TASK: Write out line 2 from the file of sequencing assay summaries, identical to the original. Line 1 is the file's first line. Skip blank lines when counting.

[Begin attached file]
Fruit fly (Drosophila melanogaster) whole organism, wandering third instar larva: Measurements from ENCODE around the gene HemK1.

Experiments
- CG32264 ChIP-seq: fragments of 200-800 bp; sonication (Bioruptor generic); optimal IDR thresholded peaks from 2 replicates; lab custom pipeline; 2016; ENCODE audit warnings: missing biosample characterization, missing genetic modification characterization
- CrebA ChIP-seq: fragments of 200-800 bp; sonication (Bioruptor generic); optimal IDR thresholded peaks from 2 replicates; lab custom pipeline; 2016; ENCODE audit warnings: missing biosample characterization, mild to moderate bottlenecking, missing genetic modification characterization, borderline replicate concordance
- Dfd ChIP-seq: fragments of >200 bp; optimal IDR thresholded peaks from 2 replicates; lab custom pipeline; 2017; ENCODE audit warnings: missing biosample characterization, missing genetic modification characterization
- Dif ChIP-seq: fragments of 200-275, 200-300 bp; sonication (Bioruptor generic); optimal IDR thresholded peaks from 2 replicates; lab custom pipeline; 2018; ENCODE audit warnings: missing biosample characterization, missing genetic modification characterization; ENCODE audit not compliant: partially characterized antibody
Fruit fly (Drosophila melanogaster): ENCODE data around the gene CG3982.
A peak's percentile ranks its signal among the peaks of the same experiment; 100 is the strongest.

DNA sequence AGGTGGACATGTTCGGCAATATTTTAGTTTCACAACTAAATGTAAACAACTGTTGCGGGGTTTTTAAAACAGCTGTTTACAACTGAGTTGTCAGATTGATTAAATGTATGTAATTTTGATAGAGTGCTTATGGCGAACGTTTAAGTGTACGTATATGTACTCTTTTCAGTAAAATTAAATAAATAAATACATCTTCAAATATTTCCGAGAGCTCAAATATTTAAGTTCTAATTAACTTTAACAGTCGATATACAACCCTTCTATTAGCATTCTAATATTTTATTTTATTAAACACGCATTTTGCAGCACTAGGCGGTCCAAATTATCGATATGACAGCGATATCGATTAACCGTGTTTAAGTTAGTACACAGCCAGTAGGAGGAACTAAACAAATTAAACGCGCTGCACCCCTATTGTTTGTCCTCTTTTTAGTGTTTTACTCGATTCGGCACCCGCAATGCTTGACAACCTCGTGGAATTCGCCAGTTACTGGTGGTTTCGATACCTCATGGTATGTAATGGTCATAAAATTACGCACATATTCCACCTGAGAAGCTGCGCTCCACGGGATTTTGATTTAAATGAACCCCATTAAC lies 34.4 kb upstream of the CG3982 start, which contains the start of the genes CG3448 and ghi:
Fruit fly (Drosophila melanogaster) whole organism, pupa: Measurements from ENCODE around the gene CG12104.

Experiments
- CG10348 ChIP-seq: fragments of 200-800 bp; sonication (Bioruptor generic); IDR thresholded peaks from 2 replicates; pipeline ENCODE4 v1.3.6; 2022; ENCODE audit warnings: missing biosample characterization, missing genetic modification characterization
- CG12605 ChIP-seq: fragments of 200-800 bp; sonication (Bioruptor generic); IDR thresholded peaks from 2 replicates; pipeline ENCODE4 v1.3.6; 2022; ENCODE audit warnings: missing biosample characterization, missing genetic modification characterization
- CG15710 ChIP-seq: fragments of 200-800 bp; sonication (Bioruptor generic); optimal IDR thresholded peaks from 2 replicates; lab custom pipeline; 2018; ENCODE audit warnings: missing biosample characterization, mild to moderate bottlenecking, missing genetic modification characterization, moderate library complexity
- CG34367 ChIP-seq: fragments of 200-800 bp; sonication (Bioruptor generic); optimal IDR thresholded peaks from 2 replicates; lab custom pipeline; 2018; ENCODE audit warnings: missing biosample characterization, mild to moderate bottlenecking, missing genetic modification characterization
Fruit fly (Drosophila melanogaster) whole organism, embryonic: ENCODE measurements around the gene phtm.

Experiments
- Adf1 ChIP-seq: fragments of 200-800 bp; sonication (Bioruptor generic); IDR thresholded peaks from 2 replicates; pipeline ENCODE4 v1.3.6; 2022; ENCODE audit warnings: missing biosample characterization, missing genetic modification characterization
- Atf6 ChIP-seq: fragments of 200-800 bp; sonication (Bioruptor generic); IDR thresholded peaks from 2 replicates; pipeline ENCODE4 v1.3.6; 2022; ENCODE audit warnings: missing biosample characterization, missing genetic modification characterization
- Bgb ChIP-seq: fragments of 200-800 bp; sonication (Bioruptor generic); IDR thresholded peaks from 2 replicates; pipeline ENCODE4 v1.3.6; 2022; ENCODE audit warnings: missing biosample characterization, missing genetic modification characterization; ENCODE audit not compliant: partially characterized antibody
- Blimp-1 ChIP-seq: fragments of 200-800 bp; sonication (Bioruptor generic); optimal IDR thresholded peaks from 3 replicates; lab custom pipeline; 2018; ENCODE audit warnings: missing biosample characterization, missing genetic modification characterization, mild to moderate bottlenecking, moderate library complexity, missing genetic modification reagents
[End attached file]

Experiments